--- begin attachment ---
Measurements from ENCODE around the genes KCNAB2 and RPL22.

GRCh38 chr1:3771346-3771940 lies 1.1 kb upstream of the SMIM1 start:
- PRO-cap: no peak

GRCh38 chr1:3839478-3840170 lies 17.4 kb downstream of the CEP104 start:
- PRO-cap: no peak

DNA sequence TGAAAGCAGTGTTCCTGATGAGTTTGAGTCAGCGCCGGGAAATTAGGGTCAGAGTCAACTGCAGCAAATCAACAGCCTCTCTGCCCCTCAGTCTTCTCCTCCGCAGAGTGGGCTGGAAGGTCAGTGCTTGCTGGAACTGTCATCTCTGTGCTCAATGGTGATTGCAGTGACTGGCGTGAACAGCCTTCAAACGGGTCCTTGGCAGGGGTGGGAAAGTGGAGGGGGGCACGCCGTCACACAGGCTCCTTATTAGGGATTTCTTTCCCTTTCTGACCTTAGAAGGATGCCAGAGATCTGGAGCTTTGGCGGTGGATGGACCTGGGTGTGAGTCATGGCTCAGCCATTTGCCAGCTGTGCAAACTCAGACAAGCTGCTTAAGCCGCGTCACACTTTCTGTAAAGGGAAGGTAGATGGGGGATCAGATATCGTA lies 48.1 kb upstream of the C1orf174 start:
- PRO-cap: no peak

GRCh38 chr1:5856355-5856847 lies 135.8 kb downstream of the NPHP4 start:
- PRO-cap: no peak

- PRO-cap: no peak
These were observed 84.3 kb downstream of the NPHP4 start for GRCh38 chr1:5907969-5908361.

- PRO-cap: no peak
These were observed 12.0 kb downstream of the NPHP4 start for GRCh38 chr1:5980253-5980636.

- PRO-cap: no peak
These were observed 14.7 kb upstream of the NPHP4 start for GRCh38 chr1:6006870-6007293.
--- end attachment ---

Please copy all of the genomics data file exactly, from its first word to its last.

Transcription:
Measurements from ENCODE around the genes KCNAB2 and RPL22.

GRCh38 chr1:3771346-3771940 lies 1.1 kb upstream of the SMIM1 start:
- PRO-cap: no peak

GRCh38 chr1:3839478-3840170 lies 17.4 kb downstream of the CEP104 start:
- PRO-cap: no peak

DNA sequence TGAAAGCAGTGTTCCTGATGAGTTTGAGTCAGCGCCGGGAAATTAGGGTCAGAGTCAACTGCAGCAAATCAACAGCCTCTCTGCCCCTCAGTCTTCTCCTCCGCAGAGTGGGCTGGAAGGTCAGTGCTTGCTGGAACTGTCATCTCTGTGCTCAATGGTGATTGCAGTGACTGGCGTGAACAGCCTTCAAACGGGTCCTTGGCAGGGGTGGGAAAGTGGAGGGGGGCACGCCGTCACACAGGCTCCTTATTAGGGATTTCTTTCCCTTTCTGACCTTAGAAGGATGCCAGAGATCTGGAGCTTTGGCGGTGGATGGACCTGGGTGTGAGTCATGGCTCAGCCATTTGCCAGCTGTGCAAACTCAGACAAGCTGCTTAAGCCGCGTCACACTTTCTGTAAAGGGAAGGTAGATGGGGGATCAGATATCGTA lies 48.1 kb upstream of the C1orf174 start:
- PRO-cap: no peak

GRCh38 chr1:5856355-5856847 lies 135.8 kb downstream of the NPHP4 start:
- PRO-cap: no peak

- PRO-cap: no peak
These were observed 84.3 kb downstream of the NPHP4 start for GRCh38 chr1:5907969-5908361.

- PRO-cap: no peak
These were observed 12.0 kb downstream of the NPHP4 start for GRCh38 chr1:5980253-5980636.

- PRO-cap: no peak
These were observed 14.7 kb upstream of the NPHP4 start for GRCh38 chr1:6006870-6007293.